Meeting Traceability Requirements

iBASEtMeeting Traceability Requirements



Meeting Traceability Requirements

Speaker: Slavko Jovanovic

Organizations struggle with meeting traceability requirements for many reasons. 

They do not have a way to project traceability requirements into the supply chain. Some of the delivery requirements may include material certifications, product feature inspection reports, serialization or other traceability and identification designations. 

They do not have a capability for a more finite control of traceability. The most finite traceability is a serial unit, and in some cases, you cannot trace by serial unit because the cost becomes prohibitive or the manufacturing process is too fast. The next-best method of traceability is lot traceability. The trick to doing lot traceability is to control when a new lot gets identified. Events to identify a new lot may include things such as end-of-shift, retooling, machine setup, or defects that are found. 

They do not have an electronic system to allow for searches of “where used” information.

Meeting traceability requirements is mandated by regulations. If you do it poorly, the impact may be heavy fines, expensive recalls, or unsatisfied customers at the very least. Having good traceability may be the difference between having an expensive, wide recall versus a more targeted, less expensive one. Another less visible impact of poor traceability is the missed opportunity for process improvement. Controlling traceability will open opportunities for analytics to evaluate issues, pinpoint sources and find underlying causes.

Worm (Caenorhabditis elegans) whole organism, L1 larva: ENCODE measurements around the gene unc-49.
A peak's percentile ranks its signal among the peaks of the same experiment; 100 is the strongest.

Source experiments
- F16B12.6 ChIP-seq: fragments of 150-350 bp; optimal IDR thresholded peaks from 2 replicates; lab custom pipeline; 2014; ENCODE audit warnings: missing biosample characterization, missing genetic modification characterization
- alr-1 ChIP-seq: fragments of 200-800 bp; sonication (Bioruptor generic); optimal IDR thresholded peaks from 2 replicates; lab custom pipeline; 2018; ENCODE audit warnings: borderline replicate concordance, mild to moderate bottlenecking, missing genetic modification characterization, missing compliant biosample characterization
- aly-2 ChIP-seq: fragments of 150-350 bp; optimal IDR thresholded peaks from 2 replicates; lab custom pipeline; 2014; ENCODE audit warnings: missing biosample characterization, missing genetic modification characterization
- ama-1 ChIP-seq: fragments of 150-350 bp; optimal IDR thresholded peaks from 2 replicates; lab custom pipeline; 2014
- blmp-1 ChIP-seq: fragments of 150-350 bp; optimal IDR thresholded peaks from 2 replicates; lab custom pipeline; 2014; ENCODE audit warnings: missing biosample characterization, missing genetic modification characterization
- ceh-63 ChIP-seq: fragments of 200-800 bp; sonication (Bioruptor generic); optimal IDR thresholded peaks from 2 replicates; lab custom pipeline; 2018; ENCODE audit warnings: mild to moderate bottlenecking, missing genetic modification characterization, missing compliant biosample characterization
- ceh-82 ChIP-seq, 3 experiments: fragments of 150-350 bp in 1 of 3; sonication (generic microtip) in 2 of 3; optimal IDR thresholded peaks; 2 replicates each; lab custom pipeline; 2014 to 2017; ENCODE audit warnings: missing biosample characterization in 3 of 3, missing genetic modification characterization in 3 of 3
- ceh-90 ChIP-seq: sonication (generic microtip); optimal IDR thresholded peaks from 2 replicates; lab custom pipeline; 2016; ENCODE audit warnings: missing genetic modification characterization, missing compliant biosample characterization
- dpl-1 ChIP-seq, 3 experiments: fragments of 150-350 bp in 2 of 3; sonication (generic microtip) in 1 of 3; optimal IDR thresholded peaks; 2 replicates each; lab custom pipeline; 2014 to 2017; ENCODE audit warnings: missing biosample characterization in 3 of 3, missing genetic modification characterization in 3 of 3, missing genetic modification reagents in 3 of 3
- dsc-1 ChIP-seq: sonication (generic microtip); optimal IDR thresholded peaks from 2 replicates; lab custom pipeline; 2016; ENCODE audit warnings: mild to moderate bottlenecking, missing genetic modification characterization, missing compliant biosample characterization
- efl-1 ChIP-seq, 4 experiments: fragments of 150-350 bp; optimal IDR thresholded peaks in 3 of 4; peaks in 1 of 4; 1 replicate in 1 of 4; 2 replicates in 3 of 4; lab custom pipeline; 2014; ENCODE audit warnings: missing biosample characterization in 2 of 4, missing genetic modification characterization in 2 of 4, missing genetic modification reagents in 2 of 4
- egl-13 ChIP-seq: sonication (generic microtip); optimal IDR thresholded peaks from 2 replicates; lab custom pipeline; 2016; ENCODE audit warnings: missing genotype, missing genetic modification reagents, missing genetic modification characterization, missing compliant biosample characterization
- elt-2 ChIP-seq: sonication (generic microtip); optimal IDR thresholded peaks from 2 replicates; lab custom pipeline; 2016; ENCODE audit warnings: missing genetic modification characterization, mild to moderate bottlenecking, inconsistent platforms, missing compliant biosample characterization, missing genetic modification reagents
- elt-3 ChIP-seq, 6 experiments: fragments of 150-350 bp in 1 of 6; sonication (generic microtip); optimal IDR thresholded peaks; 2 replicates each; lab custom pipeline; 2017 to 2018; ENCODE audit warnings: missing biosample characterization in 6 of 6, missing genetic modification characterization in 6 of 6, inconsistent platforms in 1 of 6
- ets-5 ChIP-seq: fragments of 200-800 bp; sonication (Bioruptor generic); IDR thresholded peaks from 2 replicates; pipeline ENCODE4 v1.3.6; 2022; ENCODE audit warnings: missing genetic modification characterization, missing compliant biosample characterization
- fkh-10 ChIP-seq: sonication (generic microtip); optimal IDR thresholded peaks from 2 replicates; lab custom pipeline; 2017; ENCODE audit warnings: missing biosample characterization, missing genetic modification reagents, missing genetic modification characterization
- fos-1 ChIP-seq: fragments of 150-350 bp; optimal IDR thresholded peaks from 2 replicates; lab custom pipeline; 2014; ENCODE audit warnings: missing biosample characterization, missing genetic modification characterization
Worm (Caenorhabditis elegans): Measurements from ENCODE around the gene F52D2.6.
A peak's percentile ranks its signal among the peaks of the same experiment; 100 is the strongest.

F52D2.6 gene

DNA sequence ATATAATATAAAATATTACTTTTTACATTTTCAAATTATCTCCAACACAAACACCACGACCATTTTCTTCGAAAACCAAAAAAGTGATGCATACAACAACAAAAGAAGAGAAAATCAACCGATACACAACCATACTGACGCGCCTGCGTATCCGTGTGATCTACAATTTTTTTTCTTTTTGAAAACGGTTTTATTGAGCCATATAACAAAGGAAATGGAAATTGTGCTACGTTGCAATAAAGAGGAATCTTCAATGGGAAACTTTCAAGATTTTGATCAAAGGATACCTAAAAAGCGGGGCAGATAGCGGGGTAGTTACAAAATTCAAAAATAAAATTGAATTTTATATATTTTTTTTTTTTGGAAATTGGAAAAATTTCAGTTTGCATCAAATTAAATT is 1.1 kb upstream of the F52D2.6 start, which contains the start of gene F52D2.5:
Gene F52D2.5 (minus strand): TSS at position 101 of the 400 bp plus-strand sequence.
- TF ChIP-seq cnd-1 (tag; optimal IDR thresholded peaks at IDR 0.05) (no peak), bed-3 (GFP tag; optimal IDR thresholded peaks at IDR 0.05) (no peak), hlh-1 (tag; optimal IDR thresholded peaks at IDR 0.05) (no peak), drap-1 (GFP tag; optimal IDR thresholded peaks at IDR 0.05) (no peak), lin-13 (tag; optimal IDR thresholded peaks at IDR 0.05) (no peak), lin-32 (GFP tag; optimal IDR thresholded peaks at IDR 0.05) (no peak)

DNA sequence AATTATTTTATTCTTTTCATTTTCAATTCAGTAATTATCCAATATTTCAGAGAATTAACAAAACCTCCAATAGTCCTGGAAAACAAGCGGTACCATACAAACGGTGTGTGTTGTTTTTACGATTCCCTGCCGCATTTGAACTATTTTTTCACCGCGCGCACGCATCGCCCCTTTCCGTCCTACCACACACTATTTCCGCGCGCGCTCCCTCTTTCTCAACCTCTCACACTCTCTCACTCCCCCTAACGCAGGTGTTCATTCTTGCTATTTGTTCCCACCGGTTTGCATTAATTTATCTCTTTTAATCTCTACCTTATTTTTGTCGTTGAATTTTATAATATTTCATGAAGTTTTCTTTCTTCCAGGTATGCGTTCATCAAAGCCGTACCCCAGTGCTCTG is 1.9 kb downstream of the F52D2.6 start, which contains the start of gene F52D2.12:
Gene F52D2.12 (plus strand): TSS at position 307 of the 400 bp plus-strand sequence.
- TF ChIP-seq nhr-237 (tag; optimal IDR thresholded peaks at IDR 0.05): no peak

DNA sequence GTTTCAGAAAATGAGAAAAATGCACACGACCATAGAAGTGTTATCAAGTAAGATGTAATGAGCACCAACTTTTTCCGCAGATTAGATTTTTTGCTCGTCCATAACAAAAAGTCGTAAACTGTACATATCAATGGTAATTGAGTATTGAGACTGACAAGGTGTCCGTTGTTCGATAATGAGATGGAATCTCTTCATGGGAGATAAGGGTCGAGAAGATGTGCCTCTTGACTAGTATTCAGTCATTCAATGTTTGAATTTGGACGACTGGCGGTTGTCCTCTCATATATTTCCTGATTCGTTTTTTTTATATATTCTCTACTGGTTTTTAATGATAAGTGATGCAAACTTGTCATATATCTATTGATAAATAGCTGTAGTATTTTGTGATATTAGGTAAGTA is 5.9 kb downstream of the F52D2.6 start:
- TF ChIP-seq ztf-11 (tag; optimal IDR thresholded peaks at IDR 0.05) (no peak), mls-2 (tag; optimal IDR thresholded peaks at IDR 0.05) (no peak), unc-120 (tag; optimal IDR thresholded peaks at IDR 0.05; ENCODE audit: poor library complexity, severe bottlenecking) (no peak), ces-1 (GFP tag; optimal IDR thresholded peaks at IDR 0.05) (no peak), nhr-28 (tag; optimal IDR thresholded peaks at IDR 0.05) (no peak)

One best practice that helps with traceability is to have an electronic system that allows you to implement traceability requirements in the way that you need them. The system needs to allow for “where used” queries so that you can see what was installed, what people worked on, what product, and what tools were used in the process. It should also actively monitor for problems. For example, if a lot control part has been found to have a defect, there should be a containment event to make sure all the other parts are stopped and evaluated before the problem is propagated and made worse.

At the end of the day, in order to compete in today’s digital manufacturing revolution, companies must find a solution to integrate all interfaces into one digital thread. Download our eBook to learn how Solumina can make this a reality.

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